Since that day his grandparents tried their best, selling oranges and pineapples on the side of the road, but he had a lot of brothers and sisters and he saw that his grandparents, try as they could, were struggling to feed all the hungry mouths and that’s when he knew he must go.
He loved his family very much but he couldn’t be a burden any longer and maybe if he could find a job he could send some money back.
That day he did not play, he didn’t even smile; he went to bed with a heavy heart.
In the middle of the night he stuffed some clothes and a loaf of bread in a plastic bag and crept out of the house and ran. Ran away. Ran away from the family he loved, away from the warmth of a home, away from the fun and laughter with his friends. He ran.
‘Look I’m here; I’m right in your face, why can you not see me?’
Sometimes he wanted to scream at the faces that walked straight past him, with not even a glance in his direction, as if he wasn’t even there. Was he there? Perhaps he wasn’t there at all; perhaps he had become so small and insignificant that he was like dust, dust that is so fine that people don’t even notice it’s there. Was he just a speck of dust?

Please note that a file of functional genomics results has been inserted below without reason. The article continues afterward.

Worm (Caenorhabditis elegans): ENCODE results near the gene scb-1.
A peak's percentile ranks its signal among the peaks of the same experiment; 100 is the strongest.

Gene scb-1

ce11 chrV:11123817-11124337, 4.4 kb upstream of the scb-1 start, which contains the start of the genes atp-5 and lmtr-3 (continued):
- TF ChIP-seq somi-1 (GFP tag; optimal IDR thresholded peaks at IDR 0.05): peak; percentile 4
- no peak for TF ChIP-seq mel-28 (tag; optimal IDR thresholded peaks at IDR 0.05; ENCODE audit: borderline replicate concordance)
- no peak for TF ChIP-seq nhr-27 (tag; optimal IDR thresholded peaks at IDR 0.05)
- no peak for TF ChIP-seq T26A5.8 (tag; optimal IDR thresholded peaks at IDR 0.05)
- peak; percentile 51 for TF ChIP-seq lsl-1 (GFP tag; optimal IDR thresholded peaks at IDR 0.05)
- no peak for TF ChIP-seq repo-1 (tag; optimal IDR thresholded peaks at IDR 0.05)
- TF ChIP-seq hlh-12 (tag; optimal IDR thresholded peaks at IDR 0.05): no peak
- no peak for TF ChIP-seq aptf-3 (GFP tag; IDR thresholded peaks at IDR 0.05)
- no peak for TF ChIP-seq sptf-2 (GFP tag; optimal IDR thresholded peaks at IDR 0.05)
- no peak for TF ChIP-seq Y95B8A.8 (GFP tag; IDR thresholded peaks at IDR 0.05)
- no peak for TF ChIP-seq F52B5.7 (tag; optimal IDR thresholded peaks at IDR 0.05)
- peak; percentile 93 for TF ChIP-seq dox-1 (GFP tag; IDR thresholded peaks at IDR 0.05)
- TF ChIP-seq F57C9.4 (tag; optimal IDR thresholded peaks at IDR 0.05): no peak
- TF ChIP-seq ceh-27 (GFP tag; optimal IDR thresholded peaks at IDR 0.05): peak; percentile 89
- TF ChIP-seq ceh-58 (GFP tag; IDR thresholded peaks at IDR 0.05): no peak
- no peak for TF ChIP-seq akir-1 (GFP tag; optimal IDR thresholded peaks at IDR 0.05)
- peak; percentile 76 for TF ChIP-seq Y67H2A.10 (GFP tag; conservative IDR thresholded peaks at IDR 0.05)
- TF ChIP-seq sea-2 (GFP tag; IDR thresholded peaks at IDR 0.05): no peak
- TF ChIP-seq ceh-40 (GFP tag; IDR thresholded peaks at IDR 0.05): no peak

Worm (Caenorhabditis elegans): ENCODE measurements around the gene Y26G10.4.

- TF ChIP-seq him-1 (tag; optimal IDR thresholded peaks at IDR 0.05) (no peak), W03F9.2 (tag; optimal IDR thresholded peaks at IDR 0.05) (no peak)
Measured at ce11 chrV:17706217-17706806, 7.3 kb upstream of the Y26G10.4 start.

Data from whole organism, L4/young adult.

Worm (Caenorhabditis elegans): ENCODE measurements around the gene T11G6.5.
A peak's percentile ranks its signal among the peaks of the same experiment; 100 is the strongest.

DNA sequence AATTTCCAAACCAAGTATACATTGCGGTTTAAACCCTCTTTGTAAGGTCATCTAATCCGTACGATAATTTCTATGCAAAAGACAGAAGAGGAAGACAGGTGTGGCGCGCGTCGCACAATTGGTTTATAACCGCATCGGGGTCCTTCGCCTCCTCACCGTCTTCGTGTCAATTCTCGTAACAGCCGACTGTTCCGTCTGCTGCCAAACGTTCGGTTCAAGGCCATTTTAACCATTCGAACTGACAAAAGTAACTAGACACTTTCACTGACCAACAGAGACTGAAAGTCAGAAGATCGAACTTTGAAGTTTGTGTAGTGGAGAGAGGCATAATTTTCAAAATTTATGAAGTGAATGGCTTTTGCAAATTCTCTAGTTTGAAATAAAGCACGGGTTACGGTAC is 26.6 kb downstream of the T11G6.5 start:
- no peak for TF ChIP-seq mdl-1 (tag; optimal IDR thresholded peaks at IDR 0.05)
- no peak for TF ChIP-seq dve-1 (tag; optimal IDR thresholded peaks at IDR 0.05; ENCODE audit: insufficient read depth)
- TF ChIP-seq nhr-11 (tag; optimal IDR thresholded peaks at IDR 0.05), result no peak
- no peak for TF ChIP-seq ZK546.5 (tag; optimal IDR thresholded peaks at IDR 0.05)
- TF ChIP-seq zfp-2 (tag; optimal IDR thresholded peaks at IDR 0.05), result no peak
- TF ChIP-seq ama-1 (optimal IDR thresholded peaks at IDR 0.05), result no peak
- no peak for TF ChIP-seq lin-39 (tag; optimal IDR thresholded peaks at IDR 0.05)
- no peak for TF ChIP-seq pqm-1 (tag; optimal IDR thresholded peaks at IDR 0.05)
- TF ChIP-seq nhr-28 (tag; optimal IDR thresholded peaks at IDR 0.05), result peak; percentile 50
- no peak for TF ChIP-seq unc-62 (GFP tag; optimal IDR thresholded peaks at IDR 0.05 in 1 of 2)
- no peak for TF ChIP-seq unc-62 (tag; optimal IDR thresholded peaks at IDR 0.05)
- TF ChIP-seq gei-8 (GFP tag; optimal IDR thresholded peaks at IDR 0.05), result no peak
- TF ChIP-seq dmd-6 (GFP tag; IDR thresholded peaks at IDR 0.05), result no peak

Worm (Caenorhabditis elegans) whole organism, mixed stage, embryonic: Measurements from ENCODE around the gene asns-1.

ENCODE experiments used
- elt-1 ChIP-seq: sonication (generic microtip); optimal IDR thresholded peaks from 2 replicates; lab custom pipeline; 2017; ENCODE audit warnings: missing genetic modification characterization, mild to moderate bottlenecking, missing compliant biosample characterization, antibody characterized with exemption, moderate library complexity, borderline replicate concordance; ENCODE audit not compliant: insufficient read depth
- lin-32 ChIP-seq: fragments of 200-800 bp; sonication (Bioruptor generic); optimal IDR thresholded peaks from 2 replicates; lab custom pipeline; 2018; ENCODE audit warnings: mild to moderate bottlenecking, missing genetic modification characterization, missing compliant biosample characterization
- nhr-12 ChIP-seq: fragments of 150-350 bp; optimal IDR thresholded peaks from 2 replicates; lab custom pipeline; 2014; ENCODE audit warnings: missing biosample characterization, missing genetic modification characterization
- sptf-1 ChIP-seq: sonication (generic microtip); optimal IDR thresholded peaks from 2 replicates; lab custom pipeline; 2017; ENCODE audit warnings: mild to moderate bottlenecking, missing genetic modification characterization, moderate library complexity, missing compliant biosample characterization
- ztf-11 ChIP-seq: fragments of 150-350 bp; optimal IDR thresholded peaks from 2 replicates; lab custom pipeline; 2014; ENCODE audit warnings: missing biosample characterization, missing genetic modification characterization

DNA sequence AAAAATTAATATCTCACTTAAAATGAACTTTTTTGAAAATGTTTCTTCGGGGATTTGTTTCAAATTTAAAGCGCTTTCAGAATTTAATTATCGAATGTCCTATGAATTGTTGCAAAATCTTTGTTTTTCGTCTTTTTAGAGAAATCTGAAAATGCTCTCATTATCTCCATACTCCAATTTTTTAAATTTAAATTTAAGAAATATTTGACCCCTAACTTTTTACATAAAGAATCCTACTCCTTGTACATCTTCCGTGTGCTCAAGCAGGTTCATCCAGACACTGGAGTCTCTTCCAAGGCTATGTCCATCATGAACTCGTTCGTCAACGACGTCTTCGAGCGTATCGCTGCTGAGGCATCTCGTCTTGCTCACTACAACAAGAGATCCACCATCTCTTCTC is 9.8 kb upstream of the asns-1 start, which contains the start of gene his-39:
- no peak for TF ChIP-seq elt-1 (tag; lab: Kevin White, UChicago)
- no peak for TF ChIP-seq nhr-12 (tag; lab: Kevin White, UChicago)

He had been living on the streets for a while now, he hadn’t been able to find a job – no one was interested in a child working for them. He couldn’t remember the last time that he didn’t feel hungry; he found what he could in the bins, maybe potato peelings for lunch and some chicken bones to chew for dinner.
He dreamed of home, running in the streets with his brothers and sisters and then coming home to the smell of rice and beans and a loving smile from his mother. He dreamed of going to school with all the other kids, dressed in smart uniform, playing in the playground… he used to love maths…
‘Oi you, move on you can’t stop here this is public property’ – he had been noticed…
It took all the energy he had in him to struggle up on to his feet and as soon as he was standing he felt a strange gushing sensation through his ears and heard a ringing that seemed to be getting louder and louder until he could bear it no longer, he covered his ears to take away the ringing, to make it stop, he felt like his head was about to explode and then… nothing.
No one seemed to know how long he was unconscious for, how long he was lying in the shop window for.
But when he did open his eyes he wasn’t in pain any longer, the ringing had stopped and, and he wasn’t cold any longer. Had he died? Had he died and gone to heaven?
‘we were wondering when you would wake up, some of us were getting a little worried, but I knew you’d pull through, you have the fighter spirit in you. What’s your name kiddo?